Cleopatra’s Needle, Central Park, NY
UBS donated free-standing access to the 1450 B.C. obelisk Cleopatra’s Needle in honor of Shafik Gabr’s “East-West The Art of Dialogue Initiative” to assist in the assessment, restoration and cleaning of Egypt’s gift to New York City.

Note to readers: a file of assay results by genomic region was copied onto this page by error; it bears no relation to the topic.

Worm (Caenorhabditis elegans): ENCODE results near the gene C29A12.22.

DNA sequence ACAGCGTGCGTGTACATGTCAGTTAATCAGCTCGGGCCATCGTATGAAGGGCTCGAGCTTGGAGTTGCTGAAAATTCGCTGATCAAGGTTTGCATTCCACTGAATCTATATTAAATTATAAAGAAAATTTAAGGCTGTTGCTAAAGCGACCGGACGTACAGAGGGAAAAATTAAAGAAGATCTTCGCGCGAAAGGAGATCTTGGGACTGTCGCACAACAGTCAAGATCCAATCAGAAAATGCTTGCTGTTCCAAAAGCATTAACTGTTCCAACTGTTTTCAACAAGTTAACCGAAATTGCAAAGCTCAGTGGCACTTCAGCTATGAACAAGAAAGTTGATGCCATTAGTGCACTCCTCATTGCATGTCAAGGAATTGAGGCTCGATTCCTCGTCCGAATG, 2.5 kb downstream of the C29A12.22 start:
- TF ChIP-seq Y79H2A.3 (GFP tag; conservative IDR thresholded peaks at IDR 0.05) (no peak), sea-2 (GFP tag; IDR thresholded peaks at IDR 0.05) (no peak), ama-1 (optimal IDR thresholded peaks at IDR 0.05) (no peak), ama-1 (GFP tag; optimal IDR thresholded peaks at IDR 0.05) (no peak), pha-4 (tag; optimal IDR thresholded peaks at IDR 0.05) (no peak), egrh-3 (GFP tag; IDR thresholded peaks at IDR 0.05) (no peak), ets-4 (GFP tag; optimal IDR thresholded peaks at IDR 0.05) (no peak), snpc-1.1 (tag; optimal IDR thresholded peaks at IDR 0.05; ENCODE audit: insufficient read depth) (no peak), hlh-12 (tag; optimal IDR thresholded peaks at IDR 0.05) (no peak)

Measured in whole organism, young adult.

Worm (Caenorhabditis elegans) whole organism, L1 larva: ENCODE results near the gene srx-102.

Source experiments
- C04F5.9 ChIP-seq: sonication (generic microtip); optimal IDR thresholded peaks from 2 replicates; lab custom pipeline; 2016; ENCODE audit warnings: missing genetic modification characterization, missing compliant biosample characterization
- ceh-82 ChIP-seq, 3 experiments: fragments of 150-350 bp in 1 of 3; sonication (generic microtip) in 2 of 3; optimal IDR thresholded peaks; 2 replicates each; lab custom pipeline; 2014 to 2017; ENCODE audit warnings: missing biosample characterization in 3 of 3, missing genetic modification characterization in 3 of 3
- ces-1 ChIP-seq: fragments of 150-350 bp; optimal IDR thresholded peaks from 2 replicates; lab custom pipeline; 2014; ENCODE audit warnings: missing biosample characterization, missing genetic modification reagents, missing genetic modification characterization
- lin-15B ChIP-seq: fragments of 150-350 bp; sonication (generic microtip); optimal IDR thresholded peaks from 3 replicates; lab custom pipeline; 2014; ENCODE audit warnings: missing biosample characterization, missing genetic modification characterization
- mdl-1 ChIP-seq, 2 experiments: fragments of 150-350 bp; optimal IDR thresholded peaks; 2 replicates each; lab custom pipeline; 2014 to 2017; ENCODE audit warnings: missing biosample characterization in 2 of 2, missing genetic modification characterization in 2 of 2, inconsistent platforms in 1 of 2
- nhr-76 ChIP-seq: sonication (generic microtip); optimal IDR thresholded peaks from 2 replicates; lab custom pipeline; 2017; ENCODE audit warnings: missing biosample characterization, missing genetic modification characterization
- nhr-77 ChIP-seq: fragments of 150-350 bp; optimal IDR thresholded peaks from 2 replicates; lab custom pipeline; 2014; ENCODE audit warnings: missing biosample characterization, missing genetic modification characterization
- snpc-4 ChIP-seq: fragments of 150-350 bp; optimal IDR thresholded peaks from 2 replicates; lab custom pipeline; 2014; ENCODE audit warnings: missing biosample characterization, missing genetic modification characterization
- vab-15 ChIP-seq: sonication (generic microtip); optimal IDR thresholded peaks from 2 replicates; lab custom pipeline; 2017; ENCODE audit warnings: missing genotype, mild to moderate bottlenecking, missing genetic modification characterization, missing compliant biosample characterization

The oldest man-made object in Central Park is this Obelisk, located directly behind the Metropolitan Museum of Art. Nicknamed Cleopatra’s Needle soon after its installation, the stone shaft has nothing to do with the legendary Queen of the Nile. Thutmosis III, an Egyptian pharaoh who ruled from 1479-1425 B.C., had a pair of obelisks made to celebrate his third jubilee (30th year of reign). This is one of them, and the other stands on the bank of the Thames River in London. Made from the quarries at Aswan, the two pink granite monoliths once stood on either side of the portals to the Temple of the Sun in the sacred city of Heliopolis on the Nile River. The shafts themselves are sixty-nine feet high from base to tip, and weigh somewhere between 193 and 200 tons. The base and steps, which were added in Alexandria, are 27 feet high and weigh over 50 tons.